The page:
Question: To what extent is fishing beyond territorial waters permitted under international maritime law?

Dr. C. Suvarna: The Government of India issued the first set of guidelines on 01 November 2002 with the purport of ensuring proper conduct of the DSFVs (Deep Sea Fishing Vessels) in the Indian EEZ (Exclusive Economic Zone) and qualified the resource-specific fishing methods. The guidelines also defined deep sea fishing (fishing activities beyond 12 nautical miles from the shore line i.e. the Territorial Waters) and DSFVs (fishing vessels of 20-meter overall length and above). The territorial waters extend up to 12 nautical miles from the coast; EEZs extend up to 200 nautical miles from the coast.

Questions: What are the latest interventions of NFDB in promoting latest technology and equipment in fishing?

Dr. C. Suvarna: NFDB has provided financial assistance to the Rajiv Gandhi Centre for Aquaculture (RGCA), MPEDA (Marine Products Export Development Authority) for setting up of Aquatic Quaran[1]tine Facility at Neelankarai, Chennai, to help in quarantining the shrimp brood stock imported from other countries before they are supplied to shrimp hatcheries for seed production. NFDB has promoted various diversified species such as Cobia, Pompano, Lobster Fattening, Crab Fattening, Sea Bass, Pearl Spot, Murrel, Pangasius, Seaweed, Ornamental Fisheries, GIFT (Genetically Improved Farmed Tilapia ) etc., under the technical guidance of ICAR Fisheries Central Institutes on various projects by technology infusion programmes demonstrating through cage culture and recirculating acquaculture system (RAS). NFDB through its National Freshwater Fish Brood Bank (NFFBB) is maintaining good quality and/ or genetically improved fish brood-stock obtained from research organizations with proper package and management protocols and multiplication of these Genetically Improved Fish Species (GIFS) brood-stock in order to produce breeder seed and distribute these breeder seed (fry/ fingerlings) to accredited hatcheries as source for brood stock for further multiplication and supply to farmers to meet the quality seed demand across the states. NFDB has taken up projects such as National Disease Surveillance Program through NBFGR (National Bureau of Fish Genetic Resources) with the primary purpose to provide scientifically accurate, cost[1]effective information for assessing and managing risk of disease transfer associated with trade in aquatic animal and public health. Bio toilet, solar energy in fishing boats, infrastructure including boats, devices, equipment, replacement of old fishing boats with new boats with nets, boats with ice holding boxes and necessary gear are encouraged for modernisation of fishing.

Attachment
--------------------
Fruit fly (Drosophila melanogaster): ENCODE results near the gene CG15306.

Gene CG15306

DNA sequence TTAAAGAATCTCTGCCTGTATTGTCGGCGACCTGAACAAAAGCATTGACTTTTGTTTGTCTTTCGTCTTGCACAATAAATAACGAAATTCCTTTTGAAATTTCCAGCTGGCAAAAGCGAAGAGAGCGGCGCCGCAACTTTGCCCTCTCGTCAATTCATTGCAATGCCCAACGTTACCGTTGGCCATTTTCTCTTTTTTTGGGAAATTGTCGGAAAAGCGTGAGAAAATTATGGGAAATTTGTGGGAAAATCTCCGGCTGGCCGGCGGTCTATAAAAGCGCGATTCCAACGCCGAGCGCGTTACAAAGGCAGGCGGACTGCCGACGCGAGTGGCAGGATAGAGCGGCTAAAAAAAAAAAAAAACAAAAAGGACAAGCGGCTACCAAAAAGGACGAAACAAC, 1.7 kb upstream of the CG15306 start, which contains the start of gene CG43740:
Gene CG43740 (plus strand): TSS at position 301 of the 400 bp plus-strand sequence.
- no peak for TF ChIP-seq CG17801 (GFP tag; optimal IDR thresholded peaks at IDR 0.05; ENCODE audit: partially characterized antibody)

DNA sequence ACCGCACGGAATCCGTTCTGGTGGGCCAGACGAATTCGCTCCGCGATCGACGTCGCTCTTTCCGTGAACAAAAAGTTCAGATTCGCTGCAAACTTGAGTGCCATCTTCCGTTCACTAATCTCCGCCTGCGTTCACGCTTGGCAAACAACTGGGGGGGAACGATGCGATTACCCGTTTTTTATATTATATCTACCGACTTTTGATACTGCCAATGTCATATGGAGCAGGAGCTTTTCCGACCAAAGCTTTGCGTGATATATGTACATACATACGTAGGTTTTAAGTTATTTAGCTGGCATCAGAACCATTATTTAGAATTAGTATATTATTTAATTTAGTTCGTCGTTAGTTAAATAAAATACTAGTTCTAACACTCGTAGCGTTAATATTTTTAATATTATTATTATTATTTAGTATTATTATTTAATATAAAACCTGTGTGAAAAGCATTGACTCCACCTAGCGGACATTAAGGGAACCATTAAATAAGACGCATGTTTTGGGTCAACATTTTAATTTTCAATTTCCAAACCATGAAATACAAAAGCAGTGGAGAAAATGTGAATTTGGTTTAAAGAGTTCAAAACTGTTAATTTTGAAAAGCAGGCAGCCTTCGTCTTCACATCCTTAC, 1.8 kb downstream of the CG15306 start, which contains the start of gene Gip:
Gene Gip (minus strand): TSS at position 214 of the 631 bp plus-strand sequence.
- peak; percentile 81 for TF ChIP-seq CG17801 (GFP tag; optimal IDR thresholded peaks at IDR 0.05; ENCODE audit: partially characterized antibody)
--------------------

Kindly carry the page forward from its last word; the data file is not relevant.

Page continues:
(The interviewer is a senior Delhi-based freelance journalist).

Views expressed are personal